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Fix Inline Speed Skates: Boot Mounting Block Repair How To Cheap DIY for Powerslide C4 or Other Carbon Fiber or Fiberglass Boots

roadskater's picture

I am not recommending anyone else do this, just telling what I did and showing some of it. If you can't do this or don't think it is a good idea, get some professional repair help, or better yet, buy new boots! 

A few years back I replaced my Mogema and my beloved Verducci V-Tec boots after deciding they were too far gone to fix. Believe me. If I can't dream up a fix (whether or not it would work) they really are toast.

Many of my repair dreams involve various types of epoxy (either the two-bottle, dual-syringe, two-tube or the single-tube-of-putty sort made like caramel creams, e.g. waterweld) plus various "found objects" like used USPS Tyvek envelopes (as it's not nice to use the new stuff, ya know?), various kinds of plastic sheeting, air sole material, stuff like that. (Tyvek layers epoxied on can make a decent patch to strengthen some weak carbon spots, in my opinion.) 

This particular project was on a pair of boots with 165mm mounting, not the newer 195mm mounting. The same technique might be used for 195mm, but because the mount of the 165mm tends to be under the ball of the foot, it's important to get this area right and keep it that way.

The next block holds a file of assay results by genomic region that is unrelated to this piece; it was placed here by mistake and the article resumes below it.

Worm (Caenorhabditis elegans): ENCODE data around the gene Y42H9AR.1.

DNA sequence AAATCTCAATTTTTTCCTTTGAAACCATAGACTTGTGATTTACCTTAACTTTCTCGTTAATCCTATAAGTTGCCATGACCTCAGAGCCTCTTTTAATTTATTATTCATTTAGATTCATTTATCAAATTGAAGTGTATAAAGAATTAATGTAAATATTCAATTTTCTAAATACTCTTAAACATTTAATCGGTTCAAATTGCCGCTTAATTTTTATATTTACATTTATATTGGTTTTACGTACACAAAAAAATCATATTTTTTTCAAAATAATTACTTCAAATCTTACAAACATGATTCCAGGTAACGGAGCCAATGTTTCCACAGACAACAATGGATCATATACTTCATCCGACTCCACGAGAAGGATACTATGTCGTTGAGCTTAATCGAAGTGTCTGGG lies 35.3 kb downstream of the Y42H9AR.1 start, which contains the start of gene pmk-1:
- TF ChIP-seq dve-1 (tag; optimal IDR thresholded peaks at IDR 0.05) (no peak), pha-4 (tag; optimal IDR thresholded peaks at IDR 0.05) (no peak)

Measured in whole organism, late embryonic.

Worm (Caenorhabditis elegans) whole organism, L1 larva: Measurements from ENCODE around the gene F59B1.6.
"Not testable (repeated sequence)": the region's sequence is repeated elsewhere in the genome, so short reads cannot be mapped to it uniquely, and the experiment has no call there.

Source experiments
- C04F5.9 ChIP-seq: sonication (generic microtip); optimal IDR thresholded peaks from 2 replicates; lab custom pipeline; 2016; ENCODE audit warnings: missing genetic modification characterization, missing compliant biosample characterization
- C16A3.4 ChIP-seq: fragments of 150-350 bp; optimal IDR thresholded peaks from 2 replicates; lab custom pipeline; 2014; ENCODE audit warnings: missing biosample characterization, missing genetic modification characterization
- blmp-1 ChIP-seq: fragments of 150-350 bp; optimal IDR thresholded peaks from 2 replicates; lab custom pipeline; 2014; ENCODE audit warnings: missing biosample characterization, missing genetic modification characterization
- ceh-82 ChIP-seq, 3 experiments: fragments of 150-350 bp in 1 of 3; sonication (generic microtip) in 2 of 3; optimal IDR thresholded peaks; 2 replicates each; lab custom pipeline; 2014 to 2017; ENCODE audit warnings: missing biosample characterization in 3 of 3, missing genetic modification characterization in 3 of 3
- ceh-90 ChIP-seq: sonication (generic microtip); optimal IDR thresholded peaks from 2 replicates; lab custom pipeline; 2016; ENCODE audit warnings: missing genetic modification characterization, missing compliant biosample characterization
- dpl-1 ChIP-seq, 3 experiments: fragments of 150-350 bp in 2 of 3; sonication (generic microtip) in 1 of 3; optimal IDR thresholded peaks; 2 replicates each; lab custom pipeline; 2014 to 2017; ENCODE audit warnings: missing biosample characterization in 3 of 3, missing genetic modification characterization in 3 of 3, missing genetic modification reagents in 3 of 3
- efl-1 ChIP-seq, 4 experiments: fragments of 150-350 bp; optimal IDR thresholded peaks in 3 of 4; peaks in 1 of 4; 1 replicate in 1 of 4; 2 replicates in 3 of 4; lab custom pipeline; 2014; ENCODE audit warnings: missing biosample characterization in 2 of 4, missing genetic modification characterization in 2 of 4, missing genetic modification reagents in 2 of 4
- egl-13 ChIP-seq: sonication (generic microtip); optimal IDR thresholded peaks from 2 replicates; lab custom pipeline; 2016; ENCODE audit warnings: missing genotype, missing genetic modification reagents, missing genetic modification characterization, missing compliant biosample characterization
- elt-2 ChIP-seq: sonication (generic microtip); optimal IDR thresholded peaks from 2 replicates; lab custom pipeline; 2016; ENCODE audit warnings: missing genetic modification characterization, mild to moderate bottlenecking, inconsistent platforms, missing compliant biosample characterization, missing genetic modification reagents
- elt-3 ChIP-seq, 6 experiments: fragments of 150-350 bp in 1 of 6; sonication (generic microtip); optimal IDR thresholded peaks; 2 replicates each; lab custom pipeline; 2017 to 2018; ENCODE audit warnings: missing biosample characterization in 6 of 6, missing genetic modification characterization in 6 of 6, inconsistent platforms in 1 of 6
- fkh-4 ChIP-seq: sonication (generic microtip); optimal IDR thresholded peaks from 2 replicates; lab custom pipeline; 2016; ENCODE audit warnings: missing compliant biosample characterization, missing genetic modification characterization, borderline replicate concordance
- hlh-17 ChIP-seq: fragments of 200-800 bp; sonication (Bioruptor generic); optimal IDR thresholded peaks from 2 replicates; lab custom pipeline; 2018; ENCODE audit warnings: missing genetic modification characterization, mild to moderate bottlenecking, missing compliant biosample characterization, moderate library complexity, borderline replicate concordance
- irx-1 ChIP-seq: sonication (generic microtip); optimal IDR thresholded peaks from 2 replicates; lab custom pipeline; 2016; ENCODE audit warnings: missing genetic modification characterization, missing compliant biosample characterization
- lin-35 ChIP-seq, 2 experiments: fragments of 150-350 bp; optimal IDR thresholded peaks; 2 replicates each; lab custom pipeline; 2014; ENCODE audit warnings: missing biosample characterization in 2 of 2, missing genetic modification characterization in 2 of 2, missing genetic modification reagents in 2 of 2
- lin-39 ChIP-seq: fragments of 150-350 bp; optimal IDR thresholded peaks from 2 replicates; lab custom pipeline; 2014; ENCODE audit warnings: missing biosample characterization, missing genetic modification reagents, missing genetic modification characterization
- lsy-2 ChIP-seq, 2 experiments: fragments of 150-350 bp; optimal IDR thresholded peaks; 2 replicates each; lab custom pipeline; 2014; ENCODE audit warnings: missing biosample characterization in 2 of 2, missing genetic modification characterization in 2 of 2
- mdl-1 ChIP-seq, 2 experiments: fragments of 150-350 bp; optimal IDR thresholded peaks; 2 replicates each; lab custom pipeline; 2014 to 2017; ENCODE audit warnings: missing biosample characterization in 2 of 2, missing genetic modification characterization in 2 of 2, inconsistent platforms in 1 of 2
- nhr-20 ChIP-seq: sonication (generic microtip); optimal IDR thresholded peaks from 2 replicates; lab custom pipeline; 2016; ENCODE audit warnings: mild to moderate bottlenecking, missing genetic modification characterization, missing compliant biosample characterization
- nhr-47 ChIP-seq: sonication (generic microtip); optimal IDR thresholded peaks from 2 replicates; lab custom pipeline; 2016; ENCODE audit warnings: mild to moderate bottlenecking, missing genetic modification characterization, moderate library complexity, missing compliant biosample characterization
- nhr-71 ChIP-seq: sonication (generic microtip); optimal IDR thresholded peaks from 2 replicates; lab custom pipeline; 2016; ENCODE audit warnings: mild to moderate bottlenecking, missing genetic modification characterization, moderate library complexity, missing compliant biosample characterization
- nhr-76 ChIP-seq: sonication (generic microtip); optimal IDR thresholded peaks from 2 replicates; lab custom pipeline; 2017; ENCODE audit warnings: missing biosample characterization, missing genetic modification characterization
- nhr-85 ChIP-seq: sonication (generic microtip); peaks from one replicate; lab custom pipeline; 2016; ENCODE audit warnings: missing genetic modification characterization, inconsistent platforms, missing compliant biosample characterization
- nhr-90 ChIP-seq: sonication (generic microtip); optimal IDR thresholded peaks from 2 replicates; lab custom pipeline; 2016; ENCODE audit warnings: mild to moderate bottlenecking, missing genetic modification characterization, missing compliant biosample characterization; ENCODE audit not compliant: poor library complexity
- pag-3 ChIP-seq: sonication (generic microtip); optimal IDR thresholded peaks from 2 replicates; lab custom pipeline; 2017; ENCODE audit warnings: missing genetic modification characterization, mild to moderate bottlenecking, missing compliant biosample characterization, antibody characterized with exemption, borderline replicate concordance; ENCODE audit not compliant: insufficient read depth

So this task came about because while I loved my Powerslide C4 boots for a long time, they were really giving me pain under the balls of my feet, especially on the left boot. I decided part of it was the really cool multihole mounting blocks they used. This mounting block might be a great idea, or it might be a horrible idea. 

It is a great idea because it gives you tons of options for where to mount your frame and how to adjust the angle of it to suit your particular body alignment and skating style. It's a great idea because if you strip one set of threads you can at least try to use another set. 

It might be a horrible idea because these extra holes can let lots of water into the footbed, and eventually, the padding can give way and you might start to feel the uneven surface under your foot where those holes are. 

Over time I was feeling more and more unhappiness underfoot, to the point that this became more of an issue than muscle cramps or other excuses! Amazing! It turns out there was more than one problem, and part of it was metal shavings or thread bits that had gotten between the liner and footbed (see below).